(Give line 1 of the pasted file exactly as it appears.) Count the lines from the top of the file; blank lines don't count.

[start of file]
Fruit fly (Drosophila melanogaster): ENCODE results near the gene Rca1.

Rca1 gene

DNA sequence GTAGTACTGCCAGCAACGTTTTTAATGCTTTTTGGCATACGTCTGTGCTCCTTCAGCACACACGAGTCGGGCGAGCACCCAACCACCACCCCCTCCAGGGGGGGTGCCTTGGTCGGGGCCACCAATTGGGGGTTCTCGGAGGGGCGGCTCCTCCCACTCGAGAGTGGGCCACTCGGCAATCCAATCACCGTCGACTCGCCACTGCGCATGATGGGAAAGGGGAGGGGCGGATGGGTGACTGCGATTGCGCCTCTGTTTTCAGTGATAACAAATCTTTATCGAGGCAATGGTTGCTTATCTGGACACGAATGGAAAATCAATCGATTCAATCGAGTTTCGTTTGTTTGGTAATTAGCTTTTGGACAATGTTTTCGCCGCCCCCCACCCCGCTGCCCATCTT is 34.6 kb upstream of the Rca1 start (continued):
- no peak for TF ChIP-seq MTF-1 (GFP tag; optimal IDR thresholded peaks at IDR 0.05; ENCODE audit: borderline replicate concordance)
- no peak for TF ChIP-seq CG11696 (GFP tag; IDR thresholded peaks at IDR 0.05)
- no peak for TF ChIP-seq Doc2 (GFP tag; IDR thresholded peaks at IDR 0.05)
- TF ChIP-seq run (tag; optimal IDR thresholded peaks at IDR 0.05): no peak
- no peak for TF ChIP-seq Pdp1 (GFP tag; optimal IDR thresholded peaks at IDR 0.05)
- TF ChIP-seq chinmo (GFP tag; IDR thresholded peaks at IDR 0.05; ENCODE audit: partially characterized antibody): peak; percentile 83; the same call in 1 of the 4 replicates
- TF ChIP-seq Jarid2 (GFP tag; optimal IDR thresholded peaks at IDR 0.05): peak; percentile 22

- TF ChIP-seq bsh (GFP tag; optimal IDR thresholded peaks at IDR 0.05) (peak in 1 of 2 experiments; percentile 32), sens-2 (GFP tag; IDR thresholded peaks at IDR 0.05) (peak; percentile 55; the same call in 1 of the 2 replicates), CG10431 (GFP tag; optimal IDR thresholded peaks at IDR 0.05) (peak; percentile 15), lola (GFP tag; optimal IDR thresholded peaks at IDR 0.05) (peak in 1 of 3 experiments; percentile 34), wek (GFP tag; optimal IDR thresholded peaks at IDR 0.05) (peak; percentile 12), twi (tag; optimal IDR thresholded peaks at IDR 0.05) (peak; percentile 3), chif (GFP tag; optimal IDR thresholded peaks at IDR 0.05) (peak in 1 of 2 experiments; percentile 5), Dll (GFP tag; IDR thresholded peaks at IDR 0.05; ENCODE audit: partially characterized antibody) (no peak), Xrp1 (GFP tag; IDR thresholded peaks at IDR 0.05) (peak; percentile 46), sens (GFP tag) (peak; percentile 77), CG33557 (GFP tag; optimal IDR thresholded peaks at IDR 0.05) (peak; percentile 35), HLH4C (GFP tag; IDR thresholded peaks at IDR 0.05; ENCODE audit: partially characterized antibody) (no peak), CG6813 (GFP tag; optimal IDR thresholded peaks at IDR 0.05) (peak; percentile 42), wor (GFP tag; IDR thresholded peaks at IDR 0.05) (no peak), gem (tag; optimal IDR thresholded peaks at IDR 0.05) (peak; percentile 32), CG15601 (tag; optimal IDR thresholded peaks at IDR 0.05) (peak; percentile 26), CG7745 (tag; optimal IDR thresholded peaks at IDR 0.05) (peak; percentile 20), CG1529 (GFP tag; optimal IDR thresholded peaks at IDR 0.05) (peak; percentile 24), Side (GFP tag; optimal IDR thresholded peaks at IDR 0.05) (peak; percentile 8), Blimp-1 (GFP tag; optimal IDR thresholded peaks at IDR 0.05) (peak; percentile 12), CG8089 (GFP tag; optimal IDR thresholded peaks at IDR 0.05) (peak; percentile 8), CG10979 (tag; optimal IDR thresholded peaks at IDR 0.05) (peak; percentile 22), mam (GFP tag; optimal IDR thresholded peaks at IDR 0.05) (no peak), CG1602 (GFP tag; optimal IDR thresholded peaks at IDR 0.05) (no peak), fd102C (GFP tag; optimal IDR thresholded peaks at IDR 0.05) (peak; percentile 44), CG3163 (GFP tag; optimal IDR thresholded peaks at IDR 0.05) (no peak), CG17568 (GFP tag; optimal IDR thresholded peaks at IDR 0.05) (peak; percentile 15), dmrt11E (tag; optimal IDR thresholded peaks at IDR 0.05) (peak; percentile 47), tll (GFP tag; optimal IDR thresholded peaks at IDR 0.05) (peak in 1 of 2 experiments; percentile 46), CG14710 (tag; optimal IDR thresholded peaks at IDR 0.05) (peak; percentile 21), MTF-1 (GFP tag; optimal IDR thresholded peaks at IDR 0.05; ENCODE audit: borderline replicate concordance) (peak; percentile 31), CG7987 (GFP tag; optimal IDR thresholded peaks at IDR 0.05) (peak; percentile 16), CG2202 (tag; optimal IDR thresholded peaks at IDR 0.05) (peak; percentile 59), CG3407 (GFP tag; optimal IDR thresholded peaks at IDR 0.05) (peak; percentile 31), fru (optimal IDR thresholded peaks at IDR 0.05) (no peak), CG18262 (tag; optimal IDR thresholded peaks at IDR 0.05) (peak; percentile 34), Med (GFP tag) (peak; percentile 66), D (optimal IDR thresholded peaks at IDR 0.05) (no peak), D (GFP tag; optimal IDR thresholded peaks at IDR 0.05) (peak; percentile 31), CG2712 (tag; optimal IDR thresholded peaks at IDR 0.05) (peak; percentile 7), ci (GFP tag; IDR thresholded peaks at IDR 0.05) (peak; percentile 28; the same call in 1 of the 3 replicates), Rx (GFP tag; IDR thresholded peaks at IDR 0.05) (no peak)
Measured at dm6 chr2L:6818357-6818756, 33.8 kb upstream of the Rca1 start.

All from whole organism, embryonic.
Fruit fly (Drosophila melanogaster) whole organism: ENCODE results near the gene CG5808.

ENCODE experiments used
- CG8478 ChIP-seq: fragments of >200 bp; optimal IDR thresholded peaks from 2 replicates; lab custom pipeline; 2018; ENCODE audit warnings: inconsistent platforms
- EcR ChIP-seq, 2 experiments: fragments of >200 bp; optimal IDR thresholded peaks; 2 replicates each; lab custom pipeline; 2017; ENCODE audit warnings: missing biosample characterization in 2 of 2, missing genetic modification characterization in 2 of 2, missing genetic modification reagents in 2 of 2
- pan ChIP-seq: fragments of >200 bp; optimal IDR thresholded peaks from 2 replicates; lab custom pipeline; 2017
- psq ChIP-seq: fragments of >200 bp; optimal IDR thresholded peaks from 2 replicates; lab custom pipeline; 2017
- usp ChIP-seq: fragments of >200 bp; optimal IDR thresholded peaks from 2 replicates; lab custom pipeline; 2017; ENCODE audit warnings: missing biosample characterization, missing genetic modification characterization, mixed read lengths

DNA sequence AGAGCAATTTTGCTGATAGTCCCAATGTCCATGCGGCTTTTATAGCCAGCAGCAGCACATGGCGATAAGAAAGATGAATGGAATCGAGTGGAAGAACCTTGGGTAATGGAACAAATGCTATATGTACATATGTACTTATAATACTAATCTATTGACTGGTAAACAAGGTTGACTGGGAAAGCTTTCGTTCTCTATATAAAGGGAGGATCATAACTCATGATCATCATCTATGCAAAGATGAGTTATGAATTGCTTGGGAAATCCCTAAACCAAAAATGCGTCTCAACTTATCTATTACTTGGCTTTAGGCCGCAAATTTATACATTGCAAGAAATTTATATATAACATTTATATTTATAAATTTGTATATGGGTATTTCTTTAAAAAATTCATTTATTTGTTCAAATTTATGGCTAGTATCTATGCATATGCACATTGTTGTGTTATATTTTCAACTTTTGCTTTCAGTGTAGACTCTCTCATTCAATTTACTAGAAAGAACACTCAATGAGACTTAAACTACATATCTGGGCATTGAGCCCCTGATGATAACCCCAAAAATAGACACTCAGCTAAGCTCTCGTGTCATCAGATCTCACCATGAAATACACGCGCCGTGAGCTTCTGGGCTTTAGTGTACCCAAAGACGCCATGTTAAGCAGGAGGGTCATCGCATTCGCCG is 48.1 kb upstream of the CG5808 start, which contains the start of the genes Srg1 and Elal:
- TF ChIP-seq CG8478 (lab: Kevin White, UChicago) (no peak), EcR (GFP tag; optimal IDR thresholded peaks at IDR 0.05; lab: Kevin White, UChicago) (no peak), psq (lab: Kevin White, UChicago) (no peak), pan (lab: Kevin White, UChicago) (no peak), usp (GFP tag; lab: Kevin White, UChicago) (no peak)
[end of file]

Fruit fly (Drosophila melanogaster): ENCODE results near the gene Rca1.